there's no place like home
Just quick, because I need to hose myself down and go wander around outside without a heavy coat and socks and gloves and scarf: I came home to San Francisco last night. I don't know how long I'll be here. A visit to the oncologist just before I left Detroit revealed that the last round of chemo/radiation doesn't seem to have helped; there are more lesions in his brain and his lungs. But he's not more symptomatic, and Mom tells me she can hold down the fort, so I'm going to stay here for a little while and hustle up work and hang out with my peeps (a word I know sounds totally silly out of me, but I love the image of those little marshmallow chicks).
I am a little frightened by how badly I needed to be back. AX, who met me at the BART station and helped me wrangle my luggage, told me about a fictional hero adapted by aliens to be more suited to urban life. So thoroughly adapted, in fact, that when Jake gets away from a city, he starts to feel sick. I could believe it, walking through the Tenderloin and trying to open my pores up to take in as much SF as I could. Is it possible this is the city I will live in to the end of my days? Because I start fading away at the edges if I'm gone for any length of time? I never felt this way about Detroit, or Minneapolis/St. Paul, as much as I liked the latter.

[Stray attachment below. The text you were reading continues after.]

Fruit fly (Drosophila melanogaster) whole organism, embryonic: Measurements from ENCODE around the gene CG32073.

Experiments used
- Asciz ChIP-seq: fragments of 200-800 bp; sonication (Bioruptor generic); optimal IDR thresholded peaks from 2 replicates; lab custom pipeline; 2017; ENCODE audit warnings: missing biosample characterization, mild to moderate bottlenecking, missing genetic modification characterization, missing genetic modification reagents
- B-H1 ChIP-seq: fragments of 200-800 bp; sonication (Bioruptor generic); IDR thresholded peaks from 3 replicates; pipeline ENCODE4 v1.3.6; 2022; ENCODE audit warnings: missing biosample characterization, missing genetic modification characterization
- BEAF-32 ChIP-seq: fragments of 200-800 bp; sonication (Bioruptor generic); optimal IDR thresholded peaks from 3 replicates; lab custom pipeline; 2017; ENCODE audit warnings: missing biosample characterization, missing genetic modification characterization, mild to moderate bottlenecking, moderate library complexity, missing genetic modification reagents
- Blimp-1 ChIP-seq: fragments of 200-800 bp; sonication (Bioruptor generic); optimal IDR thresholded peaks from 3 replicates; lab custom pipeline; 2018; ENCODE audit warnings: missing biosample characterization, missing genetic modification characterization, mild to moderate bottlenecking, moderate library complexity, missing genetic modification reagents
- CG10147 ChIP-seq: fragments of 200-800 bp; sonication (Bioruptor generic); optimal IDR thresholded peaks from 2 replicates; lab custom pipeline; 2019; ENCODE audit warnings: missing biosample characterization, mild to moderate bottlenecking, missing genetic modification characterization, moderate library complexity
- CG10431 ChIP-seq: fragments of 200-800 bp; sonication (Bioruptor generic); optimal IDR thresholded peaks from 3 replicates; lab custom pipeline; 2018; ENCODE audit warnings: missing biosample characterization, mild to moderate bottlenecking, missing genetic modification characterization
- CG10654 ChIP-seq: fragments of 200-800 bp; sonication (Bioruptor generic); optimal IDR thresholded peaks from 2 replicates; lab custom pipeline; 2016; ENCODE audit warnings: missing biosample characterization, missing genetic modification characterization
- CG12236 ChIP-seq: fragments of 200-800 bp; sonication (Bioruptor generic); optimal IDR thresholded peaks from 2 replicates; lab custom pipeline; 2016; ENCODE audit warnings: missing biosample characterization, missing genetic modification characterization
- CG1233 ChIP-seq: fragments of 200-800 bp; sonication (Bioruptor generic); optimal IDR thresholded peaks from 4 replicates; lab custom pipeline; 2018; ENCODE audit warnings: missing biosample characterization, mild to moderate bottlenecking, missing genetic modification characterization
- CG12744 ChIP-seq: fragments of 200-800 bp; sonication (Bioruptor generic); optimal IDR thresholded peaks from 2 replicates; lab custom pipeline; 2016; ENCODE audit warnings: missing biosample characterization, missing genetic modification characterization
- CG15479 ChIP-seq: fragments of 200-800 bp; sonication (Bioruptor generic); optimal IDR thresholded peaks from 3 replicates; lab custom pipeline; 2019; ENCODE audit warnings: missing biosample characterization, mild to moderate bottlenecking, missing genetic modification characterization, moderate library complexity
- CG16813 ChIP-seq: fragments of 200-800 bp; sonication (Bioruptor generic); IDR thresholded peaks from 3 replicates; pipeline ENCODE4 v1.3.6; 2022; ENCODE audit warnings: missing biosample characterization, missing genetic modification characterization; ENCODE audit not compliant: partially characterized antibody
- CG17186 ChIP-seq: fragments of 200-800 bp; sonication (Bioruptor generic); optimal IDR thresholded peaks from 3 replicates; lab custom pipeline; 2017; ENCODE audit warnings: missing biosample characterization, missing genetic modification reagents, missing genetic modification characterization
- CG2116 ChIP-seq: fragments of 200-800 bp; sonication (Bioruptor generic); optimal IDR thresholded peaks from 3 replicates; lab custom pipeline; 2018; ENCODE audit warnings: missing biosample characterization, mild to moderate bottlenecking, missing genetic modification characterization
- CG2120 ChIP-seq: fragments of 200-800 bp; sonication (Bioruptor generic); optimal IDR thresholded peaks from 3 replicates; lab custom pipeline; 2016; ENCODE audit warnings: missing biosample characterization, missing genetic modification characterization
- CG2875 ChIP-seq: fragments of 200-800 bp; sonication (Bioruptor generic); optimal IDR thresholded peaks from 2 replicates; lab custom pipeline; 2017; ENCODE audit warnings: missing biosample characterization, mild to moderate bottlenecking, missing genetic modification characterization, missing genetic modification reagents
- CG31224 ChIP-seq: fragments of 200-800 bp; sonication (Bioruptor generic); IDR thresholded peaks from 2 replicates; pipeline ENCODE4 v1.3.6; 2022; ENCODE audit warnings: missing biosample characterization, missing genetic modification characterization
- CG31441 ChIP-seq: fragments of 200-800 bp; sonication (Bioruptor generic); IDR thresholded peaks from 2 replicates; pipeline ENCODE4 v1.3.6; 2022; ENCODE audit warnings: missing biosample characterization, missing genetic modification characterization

But this is what it's like. We dropped off my stuff at my studio at about 10:30 last night, and out on the sidewalk, two chefs I know from work were walking home from a big job a few blocks away at the Regency. So we went over there, snuck into the kitchen through the back door, and la voila, a bunch of the people I care about, wearing radio headsets and tuxedoes and closing down a party for 2,000 cryptographers. AX and I sat on a stack of folded tables and ate cold Chinese food while people whirled in and out with platters of food, buckets of ice, bags full of wadded-up tablecloths. People recognized him and hugged me; promises were made of phone calls forthcoming, and I just felt a lot better.